Diabetes, Inflammation and Wound Healing
One of the greatest dangers of any form of diabetes is the risk of slower wound healing for the patient. Guarding against wounds that heal slowly and ensuring they don’t deteriorate further is critical to your health.
That more than 60% of non-traumatic lower limb amputations occur in diabetics points to several side effects of the disease of which many may be unaware.
- Poor circulation
- Hardening or narrowing of the arteries
- Nerve damage (diabetic neuropathy)
- Loss of feeling in arms and legs
- Inability to feel pain
High glucose (blood sugar) means poor circulation. Lack of proper circulation means less oxygen and nutrients to the site. This causes cell death that leads to nerve damage. Sensation or the ability to feel pain is lowered in the limbs.
A small cut, a blister, or even an insect bite may go unnoticed until infection has set in. High glucose levels compromise the immune system, making it more difficult for white blood cells to do their job.
Infection can quickly spread out of control, causing severe damage to the limbs due to sepsis (toxins or bacteria from the infection are released into the blood), gangrene (localized death of body tissue due to poor circulation or infection), or osteomyelitis (inflammation of the bones or bone marrow caused by infection).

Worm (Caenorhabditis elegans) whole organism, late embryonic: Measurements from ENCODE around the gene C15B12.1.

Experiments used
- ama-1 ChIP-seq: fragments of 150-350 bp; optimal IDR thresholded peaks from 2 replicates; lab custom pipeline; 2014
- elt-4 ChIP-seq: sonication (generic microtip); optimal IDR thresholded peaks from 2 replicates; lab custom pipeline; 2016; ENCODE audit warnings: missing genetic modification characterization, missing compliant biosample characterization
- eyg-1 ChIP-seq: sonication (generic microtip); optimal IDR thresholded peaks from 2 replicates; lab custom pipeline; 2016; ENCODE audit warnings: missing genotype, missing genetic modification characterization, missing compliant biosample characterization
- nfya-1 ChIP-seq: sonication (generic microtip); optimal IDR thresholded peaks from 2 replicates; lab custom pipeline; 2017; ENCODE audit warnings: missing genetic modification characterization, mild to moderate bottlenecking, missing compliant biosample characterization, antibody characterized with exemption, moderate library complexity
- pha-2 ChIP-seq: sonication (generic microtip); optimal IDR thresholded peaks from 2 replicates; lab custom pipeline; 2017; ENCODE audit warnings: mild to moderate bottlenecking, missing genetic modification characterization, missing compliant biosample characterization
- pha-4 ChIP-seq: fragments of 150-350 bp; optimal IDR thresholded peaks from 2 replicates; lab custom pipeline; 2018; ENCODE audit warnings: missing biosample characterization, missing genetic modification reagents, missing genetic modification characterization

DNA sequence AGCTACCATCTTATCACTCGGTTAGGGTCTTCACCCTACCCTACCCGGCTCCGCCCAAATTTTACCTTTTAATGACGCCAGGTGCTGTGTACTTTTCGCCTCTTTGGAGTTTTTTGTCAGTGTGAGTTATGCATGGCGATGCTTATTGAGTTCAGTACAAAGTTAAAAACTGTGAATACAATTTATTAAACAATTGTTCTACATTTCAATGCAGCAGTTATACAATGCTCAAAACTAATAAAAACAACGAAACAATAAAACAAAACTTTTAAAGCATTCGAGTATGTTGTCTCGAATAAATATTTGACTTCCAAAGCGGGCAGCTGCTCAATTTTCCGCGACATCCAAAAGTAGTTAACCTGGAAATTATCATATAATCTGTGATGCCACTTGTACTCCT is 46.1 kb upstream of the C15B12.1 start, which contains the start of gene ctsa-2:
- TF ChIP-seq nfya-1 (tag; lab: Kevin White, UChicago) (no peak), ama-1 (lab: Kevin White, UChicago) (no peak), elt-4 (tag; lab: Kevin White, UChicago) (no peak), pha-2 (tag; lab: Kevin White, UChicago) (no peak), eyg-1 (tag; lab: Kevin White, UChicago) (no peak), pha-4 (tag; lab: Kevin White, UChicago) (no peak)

Research recently released from Boston Children’s Hospital confirmed that inflammation plays a pivotal role in diabetic wound healing. While inflammation is a natural response by your immune system after injury to stop bleeding, control infection, and aid healing, too much of an inflammatory response has the opposite effect.
The study, published in Nature Medicine, focused on neutrophils – immune cells that work to destroy bacteria present in a wound. However, these cells release a toxic compound of their own known as neutrophil extracellular traps (NETs).
NETs have been identified in patients with cardiovascular disease, chronic inflammation, and blood clots. Diabetics are predisposed to all of these conditions so an increase of NETs at the source of a wound is especially troubling. More research is needed to determine if diabetes itself is responsible for the production of NETs.
As I’ve stated many times before, inflammation and obesity that are left untreated will result in a host of much more severe issues. When it comes to chronic illness, these two risk factors go hand in hand.
You can stop the progression of disease, lower excessive inflammation in your cells, and slow the signs of aging by understanding that every part of you reacts to the foods you consume, the lifestyle you lead, and whether or not you take an active role in your health.
Slow wound healing is a common and dangerous aspect of all forms of diabetes. Since no less than 90% of diabetic patients have type II – which is preventable and reversible – you have the power to stop the overall damage that leads to wounds that will not heal.
*Post courtesy of Dr. Keith Scott-Mumby, “Britain’s Number One Allergy Detective”. Scott-Mumby has published several books in this field and been interviewed by the BBC and TV and radio stations worldwide, as a recognized expert in alternative health paradigms.
He is a professor of nutrition at the Open International University for Complementary Medicines, USA.